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Butterfield, Paul

blues band bishop naftalin

Butterfield, Paul, pioneering white blues revivalist and harmonica player; b. Chicago, Dec. 1942; d.>North Hollywood, Calif., May 4, 1987. Paul Butterfield grew up in Chicago and studied classical flute as a child. He later took up guitar and harmonica, mastering blues harmonica by his late teens. Meeting vocalist Nick Gravenites, the two began playing on college campuses. Butterfield subsequently met guitarist Elvin Bishop, who was attending the Univ. of 111. on a scholarship, and the two began frequenting Chicago-area black blues clubs, where they were befriended by Muddy Waters. In 1963, Butterfield, Bishop, bassist Jerome Arnold, and drummer Sam Lay began playing at Big John’s on Chicago’s North Side. Mike Bloomfield, a respected blues guitarist, joined the group in late 1964. Signed to Elektra Records in 1964, The Paul Butterfield Blues Band’s initial recordings were not issued until 1995.

The Paul Butterfield Blues Band brought electric instrumentation to the Newport Folk Festival in June 1965, both on their own and backing Bob Dylan. Augmented by keyboardist Mark Naftalin (who subsequently became a permanent member), the group’s self-titled debut album featured Chicago blues fare played with rock instruments, a pioneer of the blues-rock genre. Replacing Sam Lay with jazz drummer Billy Davenport, their second album, East-West, included more blues standards and Gravenite’s “Born in Chicago” plus Mike Bloomfield’s exotic 13-minute title cut, which explored both Eastern and Western music and popularized extended guitar improvisation. In early 1967, Bloomfield departed to form The Electric Flag with Nick Gravenites and Buddy Miles. The Paul Butterfield Blues Band performed at the Monterey International Pop Festival in June 1967 and the remaining original members (Butterfield, Bishop, and Naftalin) regrouped, adding a three-piece horn section for The Resurrection of Pigboy Crabshaw in one of the first instances of horns augmenting a rock band.

Mark Naftalin left The Paul Butterfield Blues Band after Pigboy Crabshaw and Elvin Bishop left after In My Own Dream . In 1969, Butterfield, Mike Bloomfield, and Sam Lay helped record Muddy Waters’s Fathers and Sons . That August, The Paul Butterfield Blues Band performed at the Woodstock Music and Art Fair. As the only original member left, Butterfield persevered with a series of guitarists, bassists, and drummers, eventually disbanding the group in the fall of 1972. He then moved to Woodstock, N.Y., and formed Paul Butterfield’s Better Days with vocalist-guitarist Geoff Muldaur and guitarist Amos Garrett, recording two albums for Bearsville Records. Better Days broke up in 1974. Butterfield appeared on The Band’s Last Waltz in 1976 and later toured with Levon Helm and The RCO All-Stars and the Danko-Butterfield Band, with The Band’s Rick Danko. Paul Butterfield died of drug-related heart failure in his apartment in North Hollywood, Calif.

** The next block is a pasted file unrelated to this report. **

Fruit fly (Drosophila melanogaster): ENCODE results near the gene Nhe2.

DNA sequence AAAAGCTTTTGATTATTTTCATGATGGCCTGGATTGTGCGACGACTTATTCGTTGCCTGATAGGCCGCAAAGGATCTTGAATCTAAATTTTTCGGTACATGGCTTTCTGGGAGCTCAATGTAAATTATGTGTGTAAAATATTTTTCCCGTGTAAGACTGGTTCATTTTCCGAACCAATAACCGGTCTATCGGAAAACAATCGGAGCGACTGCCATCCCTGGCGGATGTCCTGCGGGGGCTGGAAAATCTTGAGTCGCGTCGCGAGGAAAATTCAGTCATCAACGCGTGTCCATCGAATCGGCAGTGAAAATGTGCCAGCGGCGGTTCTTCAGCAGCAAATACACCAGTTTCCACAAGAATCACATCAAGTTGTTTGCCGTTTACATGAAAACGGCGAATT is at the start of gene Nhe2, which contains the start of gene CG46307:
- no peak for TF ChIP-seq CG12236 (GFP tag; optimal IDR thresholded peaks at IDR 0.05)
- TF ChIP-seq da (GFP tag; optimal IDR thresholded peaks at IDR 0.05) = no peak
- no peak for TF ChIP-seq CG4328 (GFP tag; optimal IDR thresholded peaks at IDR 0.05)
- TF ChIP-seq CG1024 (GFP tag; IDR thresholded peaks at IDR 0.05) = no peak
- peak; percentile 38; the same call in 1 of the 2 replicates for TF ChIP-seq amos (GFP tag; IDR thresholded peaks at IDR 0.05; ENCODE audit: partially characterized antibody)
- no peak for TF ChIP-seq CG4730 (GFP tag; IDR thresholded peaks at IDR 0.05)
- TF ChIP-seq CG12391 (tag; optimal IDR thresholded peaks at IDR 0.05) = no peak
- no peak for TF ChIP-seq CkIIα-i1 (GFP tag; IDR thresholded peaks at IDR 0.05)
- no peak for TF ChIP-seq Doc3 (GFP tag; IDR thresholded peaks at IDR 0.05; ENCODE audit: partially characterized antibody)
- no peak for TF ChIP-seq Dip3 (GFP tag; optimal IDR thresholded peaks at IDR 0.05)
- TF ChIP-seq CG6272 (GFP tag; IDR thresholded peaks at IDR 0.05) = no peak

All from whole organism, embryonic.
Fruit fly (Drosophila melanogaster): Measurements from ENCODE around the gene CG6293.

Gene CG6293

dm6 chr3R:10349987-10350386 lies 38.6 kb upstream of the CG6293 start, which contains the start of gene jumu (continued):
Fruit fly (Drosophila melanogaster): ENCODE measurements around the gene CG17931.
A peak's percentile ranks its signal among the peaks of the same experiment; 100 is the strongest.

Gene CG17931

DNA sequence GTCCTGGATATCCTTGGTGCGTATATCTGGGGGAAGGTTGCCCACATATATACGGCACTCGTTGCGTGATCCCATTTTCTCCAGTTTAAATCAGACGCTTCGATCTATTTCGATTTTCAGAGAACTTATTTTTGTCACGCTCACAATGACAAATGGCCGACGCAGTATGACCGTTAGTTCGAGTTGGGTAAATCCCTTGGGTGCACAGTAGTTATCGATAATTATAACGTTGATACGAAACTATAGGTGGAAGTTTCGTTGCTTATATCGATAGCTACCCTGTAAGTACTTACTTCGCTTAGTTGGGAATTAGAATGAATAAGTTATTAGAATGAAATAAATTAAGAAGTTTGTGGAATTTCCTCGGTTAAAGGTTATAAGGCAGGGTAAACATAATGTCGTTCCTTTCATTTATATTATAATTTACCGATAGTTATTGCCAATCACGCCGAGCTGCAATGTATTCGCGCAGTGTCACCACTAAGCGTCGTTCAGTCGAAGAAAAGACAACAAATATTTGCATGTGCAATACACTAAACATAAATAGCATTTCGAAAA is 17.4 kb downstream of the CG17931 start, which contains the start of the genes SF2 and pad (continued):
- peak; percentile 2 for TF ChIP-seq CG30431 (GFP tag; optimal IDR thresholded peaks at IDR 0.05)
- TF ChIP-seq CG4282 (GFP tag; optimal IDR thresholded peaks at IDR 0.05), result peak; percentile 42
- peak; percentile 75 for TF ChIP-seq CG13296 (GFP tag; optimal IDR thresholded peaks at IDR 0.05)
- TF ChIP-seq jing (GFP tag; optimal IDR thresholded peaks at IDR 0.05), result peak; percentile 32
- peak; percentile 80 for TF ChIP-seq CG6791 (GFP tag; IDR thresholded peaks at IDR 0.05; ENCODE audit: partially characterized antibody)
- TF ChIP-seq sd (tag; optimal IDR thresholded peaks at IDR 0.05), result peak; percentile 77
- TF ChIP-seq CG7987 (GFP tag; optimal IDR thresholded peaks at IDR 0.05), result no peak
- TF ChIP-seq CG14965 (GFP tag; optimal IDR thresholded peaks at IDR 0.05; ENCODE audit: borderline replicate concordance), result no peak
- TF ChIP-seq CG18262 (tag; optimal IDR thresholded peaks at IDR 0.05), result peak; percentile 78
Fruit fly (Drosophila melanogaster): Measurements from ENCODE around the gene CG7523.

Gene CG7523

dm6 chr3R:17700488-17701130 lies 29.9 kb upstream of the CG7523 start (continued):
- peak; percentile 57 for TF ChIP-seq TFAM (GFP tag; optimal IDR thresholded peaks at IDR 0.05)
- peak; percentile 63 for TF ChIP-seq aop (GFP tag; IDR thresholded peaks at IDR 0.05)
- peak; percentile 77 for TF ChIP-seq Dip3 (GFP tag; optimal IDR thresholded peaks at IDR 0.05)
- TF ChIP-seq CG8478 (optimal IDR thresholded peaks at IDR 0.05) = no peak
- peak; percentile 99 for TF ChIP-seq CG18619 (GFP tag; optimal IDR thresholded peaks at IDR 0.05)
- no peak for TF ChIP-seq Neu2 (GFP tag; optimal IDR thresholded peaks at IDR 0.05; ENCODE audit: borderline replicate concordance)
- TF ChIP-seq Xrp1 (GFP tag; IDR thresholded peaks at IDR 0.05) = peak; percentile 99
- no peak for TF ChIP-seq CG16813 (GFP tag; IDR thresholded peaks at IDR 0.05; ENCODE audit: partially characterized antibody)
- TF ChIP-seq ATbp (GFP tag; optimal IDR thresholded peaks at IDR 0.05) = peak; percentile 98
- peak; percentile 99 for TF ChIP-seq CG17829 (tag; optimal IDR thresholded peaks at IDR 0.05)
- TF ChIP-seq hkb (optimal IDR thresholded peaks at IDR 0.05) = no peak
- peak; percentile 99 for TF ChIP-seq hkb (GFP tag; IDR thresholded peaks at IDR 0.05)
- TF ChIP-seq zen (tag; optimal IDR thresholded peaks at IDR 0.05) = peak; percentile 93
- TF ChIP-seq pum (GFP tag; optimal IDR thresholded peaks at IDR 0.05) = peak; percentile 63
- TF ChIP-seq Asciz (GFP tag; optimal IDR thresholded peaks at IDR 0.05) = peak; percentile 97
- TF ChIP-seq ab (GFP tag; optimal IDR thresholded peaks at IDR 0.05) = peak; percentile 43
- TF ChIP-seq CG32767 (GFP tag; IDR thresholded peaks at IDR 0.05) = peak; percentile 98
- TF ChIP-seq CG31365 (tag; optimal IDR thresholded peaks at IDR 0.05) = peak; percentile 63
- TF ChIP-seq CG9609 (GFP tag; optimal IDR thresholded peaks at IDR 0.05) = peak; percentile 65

Elvin Bishop and Mark Naftalin had moved to the San Francisco Bay area by 1968. Elvin Bishop recorded two albums for Bill Graham’s short-lived Fillmore label before switching to Epic in 1972 and Capricorn in 1974. His Capricorn debut, Let It Flow, featured favorites like “Stealin’ Watermelons” and the minor hit “Travelin’ Shoes.” His biggest success came in 1976 with the smash hit “Fooled Around and Fell in Love,” sung by Mickey Thomas, who later joined The Jefferson Starship. Playing West Coast engagements during the 1980s, Bishop ultimately returned to recording in 1988 with the Chicago- based blues label Alligator Records.

Mark Naftalin pursued sessions work, recording over 100 albums with others, including John Lee Hooker, Percy Mayfield, James Cotton, and Big Joe Turner. He also put together his own Rhythm & Blues Revue and produced concerts, festivals, and radio shows. His Blues Power Hour radio show (on San Francisco’s KALW-FM since 1984) has run almost continuously since 1979. Naftalin served as associate producer of the Monterey Jazz Festival’s Blues Afternoon from 1982 to 1991 and produced the Marin County Blues Festival beginning in 1981. In the 1990s, Naftalin’s Winner Records issued archival recordings of The Paul Butterfield Blues Band.

With The Paul Butterfield Blues Band, Paul Butterfield legitimized white blues starting with their debut album, and he laid the foundation for the blues revival of the late 1960s. One of the first white bands to play the blues with rock instrumentation, The Paul Butterfield Blues Band brought much-deserved recognition to black blues performers and paved the way for blues-rock bands such as Cream and The Electric Flag. The Paul Butterfield Blues Band was the first band to bring electric instrumentation to the Newport Folk Festival in 1965 and Butterfield became known as one of America’s leading white blues harmonica players. The band’s East-West album was one of the first recordings to explore the fusion of Western and Eastern musical styles and to feature extended guitar improvisation. The Paul Butterfield Blues Band’s Pigboy Crabshaw album was one of the first to augment electric instrumentation with horns, several months before Blood, Sweat and Tears. Furthermore, members Mike Bloomfield, Elvin Bishop, and Mark Naftalin later moved to the San Francisco Bay Area, where they helped establish a regional blues scene second only to that of Chicago.

Butterfield, Stewart and Fake, Caterina - Creators of Flickr, Career, Sidelights [next] [back] Butterfield, Billy (actually, Charles William)

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